India is just a month away from becoming the first nation to send an unmanned spacecraft to moon's south polar region. As part of Chandrayaan-2 mission, the lander - Vikram[a tribute to the father of Indian space research program - Vikram Sarabhai] and the rover - Pragyan[Sanskrit word which means "wisdom"] is expected to soft-land on the moon in a high plain between two craters, Manzinus C and Simpelius N at a latitude of about 70 degrees south on September 7, 2019.
So, after Chandrayaan-2, one might wonder, is it too early to ask what is next? But ISRO scientists are saying that all we had to do was ask.
On August 15, 2018, while addressing a packed crowd in Red Fort, PM Narendra Modi announced India's endeavor to send Indians into space by 2022. It would be the first manned mission by ISRO and, if successful, India would be the fourth nation to send humans to space after USA, Russia, and China. Within four months of Prime Minister's Independence Day address, Union Cabinet, in December last year, approved a 9,023 crore budget for Gaganyaan mission.
It was announced that Gaganyaan aims to send three astronauts to space for a seven day period. Plans are currently underway to use an advanced version of GSLV MKIII to launch the spacecraft at the low earth orbit of about 300-400kms. If GSLV MKIII sounds familiar, it is because the same launcher has been used for the launch of Chandrayaan-2 as well. The reason cited for the repetition was that GSLV MKIII was more than capable of carrying the required payload.
A K Sivan, the Chairman of ISRO, naturally, was very delighted after the announcement of the budget approval for the Gaganyaan mission. He's reported as saying, "We'll work diligently to meet PM Modi's 2022 deadline." He also added that this mission can produce over 15,000 jobs. ISRO, reportedly, conceived the Gaganyaan mission in November, 2004 only. They carefully planned it by attaining incremental funds for supporting projects since then.
Above picture with 'Space suit' on the left and 'Crew model capsule' on the right is displayed at the launch of Bengaluru Space Expo.
What we know so far?
As already mentioned, there will be three manned crew in this human space flight mission. There's a slightest hope around the scientific community that the astronauts will comprise both male and female. Official statement from ISRO is that selection process is still underway. In January this year, they hinted that the astronauts could be chosen from Indian Air Force (IAF) fighter pilots. This statement was echoed by Director General - Armed Forces Medical Service, Lieutant General Bipin Puri as well during a event in Pune this May.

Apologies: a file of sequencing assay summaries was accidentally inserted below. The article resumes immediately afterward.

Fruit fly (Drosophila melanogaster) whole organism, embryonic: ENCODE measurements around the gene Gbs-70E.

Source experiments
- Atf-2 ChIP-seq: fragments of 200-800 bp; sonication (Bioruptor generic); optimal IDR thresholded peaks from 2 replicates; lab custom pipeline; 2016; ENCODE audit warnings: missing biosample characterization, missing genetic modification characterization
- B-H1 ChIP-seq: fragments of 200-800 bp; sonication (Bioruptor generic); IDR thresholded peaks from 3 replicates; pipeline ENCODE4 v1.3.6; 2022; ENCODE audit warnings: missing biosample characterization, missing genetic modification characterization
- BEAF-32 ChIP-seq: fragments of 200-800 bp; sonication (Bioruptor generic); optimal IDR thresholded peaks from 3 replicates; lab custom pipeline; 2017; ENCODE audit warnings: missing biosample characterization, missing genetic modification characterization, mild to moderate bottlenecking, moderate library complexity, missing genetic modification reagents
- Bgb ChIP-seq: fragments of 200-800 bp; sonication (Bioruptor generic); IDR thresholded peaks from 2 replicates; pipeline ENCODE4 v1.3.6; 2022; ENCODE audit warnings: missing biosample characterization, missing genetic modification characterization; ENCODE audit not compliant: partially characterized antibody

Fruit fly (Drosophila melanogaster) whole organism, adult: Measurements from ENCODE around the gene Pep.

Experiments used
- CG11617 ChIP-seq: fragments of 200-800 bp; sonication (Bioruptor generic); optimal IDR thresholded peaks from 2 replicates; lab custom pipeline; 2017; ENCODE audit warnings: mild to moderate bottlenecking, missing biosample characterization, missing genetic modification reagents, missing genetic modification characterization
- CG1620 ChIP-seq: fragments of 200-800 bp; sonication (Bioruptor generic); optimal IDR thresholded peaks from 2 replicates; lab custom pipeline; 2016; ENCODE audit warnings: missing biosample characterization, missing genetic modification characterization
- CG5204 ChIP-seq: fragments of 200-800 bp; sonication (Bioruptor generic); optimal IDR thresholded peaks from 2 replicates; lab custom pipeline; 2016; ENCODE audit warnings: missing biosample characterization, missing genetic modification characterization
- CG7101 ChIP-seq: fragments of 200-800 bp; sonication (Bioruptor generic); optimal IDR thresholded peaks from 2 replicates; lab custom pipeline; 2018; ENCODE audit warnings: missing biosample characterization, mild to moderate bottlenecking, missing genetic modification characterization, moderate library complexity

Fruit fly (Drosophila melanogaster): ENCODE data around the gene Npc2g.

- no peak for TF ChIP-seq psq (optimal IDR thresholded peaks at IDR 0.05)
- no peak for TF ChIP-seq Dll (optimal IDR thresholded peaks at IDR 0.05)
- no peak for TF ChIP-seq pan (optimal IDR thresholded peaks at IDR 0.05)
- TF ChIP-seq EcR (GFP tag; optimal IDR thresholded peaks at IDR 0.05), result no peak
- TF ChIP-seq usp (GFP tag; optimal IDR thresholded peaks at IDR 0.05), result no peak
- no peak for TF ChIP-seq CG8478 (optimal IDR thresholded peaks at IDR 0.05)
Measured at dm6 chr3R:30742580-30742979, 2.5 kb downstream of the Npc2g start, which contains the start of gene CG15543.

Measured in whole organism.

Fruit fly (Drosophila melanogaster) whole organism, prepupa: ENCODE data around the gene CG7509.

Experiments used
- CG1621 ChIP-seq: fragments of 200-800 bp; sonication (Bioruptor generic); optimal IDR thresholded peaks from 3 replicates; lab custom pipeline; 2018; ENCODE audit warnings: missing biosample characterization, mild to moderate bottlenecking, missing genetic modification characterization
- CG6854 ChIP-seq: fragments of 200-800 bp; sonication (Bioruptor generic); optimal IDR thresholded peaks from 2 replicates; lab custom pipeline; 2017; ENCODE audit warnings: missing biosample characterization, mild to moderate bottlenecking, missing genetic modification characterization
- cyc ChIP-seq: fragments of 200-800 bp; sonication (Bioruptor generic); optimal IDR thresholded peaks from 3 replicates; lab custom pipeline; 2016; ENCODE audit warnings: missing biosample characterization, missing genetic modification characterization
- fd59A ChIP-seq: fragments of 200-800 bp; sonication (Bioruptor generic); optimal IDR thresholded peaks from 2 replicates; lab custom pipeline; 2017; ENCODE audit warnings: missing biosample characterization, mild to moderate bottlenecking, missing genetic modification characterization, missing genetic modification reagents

We have our own criteria and requirements for selecting our crew and training them and have submitted the same to the IAF. The first two rounds of training of the crew will take place at the IAF’s Institute of Aerospace Medicine (Bengaluru), and the remaining phase of training will be abroad. Shivan, who has proposed staffing numbers, has suggested that 10 candidates be trained for the ‘astronaut’ project. We will finally pick three of them. – K Sivan, ISRO chairman
Adding to this, recently on June 2, 2019, ISRO signed up a contract with Russian launch service provider, GLAVKOSMOS for selection support, medical examination, and space training of Indian astronauts for the indigenous manned space mission. According to Gaganyaan's planning team, three selected astronauts would be under 40 years of age and most probably "test pilots".
It is important to know that the astronauts who will be involved in Gaganyaan mission won't be the first Indians to enter space. This feat was acheived on April 2, 1983 by Rakesh Sharma, who flew into space in a Russian spacecraft. Rakesh sharma, notably, is a former IAF pilot as well. There were other Indian-origin cosmonauts who acheived this feat earlier but Rakesh Sharma is the first Indian citizen to accomplish this. His first words from space to then PM Indira Gandhi were "Saare Jahan se Accha, Hindu Sitha Hamara".
As of January this year, the design process was scheduled to be over. The later stage of the process is realisation.
According to A K Sivan, there will be two unmanned test flights before the manned flight mission. Both test flights will be conducted in December 2020 and July 2021 respectively and the human spaceflight will be launched in December 2021 with an expected return time of 36 minutes.